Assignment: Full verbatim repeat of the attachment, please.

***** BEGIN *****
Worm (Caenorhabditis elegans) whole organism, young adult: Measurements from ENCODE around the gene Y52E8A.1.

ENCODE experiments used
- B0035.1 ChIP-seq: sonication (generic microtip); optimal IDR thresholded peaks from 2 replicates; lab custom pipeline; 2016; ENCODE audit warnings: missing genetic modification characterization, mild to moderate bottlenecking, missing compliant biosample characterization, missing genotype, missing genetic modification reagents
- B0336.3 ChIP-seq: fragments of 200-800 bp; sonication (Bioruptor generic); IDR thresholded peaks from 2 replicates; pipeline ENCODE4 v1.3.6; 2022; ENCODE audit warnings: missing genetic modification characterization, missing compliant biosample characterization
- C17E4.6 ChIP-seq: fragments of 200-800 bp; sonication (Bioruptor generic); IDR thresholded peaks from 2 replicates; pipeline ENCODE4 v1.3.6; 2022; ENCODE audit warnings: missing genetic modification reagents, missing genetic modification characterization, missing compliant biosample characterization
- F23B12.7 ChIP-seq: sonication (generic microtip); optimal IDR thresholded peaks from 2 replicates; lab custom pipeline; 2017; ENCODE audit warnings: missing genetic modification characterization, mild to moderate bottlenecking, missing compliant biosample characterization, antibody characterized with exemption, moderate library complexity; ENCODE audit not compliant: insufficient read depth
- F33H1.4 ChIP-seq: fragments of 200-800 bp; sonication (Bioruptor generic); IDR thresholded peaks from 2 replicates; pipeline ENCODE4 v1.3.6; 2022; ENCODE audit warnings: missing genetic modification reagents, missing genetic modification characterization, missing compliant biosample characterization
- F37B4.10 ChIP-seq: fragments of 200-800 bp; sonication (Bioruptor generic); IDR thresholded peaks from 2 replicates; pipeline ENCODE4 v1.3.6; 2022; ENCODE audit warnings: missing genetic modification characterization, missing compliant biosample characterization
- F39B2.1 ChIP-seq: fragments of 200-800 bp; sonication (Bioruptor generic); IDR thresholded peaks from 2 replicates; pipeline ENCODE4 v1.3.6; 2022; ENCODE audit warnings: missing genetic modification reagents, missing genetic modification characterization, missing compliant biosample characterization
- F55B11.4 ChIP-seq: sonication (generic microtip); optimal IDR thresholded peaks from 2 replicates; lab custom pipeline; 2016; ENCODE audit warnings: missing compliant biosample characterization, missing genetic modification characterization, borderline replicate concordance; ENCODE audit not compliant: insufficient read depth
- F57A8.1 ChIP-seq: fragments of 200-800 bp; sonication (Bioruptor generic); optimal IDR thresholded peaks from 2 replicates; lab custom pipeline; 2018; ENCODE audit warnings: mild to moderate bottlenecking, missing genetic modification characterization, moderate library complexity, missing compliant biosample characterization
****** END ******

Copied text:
Worm (Caenorhabditis elegans) whole organism, young adult: Measurements from ENCODE around the gene Y52E8A.1.

ENCODE experiments used
- B0035.1 ChIP-seq: sonication (generic microtip); optimal IDR thresholded peaks from 2 replicates; lab custom pipeline; 2016; ENCODE audit warnings: missing genetic modification characterization, mild to moderate bottlenecking, missing compliant biosample characterization, missing genotype, missing genetic modification reagents
- B0336.3 ChIP-seq: fragments of 200-800 bp; sonication (Bioruptor generic); IDR thresholded peaks from 2 replicates; pipeline ENCODE4 v1.3.6; 2022; ENCODE audit warnings: missing genetic modification characterization, missing compliant biosample characterization
- C17E4.6 ChIP-seq: fragments of 200-800 bp; sonication (Bioruptor generic); IDR thresholded peaks from 2 replicates; pipeline ENCODE4 v1.3.6; 2022; ENCODE audit warnings: missing genetic modification reagents, missing genetic modification characterization, missing compliant biosample characterization
- F23B12.7 ChIP-seq: sonication (generic microtip); optimal IDR thresholded peaks from 2 replicates; lab custom pipeline; 2017; ENCODE audit warnings: missing genetic modification characterization, mild to moderate bottlenecking, missing compliant biosample characterization, antibody characterized with exemption, moderate library complexity; ENCODE audit not compliant: insufficient read depth
- F33H1.4 ChIP-seq: fragments of 200-800 bp; sonication (Bioruptor generic); IDR thresholded peaks from 2 replicates; pipeline ENCODE4 v1.3.6; 2022; ENCODE audit warnings: missing genetic modification reagents, missing genetic modification characterization, missing compliant biosample characterization
- F37B4.10 ChIP-seq: fragments of 200-800 bp; sonication (Bioruptor generic); IDR thresholded peaks from 2 replicates; pipeline ENCODE4 v1.3.6; 2022; ENCODE audit warnings: missing genetic modification characterization, missing compliant biosample characterization
- F39B2.1 ChIP-seq: fragments of 200-800 bp; sonication (Bioruptor generic); IDR thresholded peaks from 2 replicates; pipeline ENCODE4 v1.3.6; 2022; ENCODE audit warnings: missing genetic modification reagents, missing genetic modification characterization, missing compliant biosample characterization
- F55B11.4 ChIP-seq: sonication (generic microtip); optimal IDR thresholded peaks from 2 replicates; lab custom pipeline; 2016; ENCODE audit warnings: missing compliant biosample characterization, missing genetic modification characterization, borderline replicate concordance; ENCODE audit not compliant: insufficient read depth
- F57A8.1 ChIP-seq: fragments of 200-800 bp; sonication (Bioruptor generic); optimal IDR thresholded peaks from 2 replicates; lab custom pipeline; 2018; ENCODE audit warnings: mild to moderate bottlenecking, missing genetic modification characterization, moderate library complexity, missing compliant biosample characterization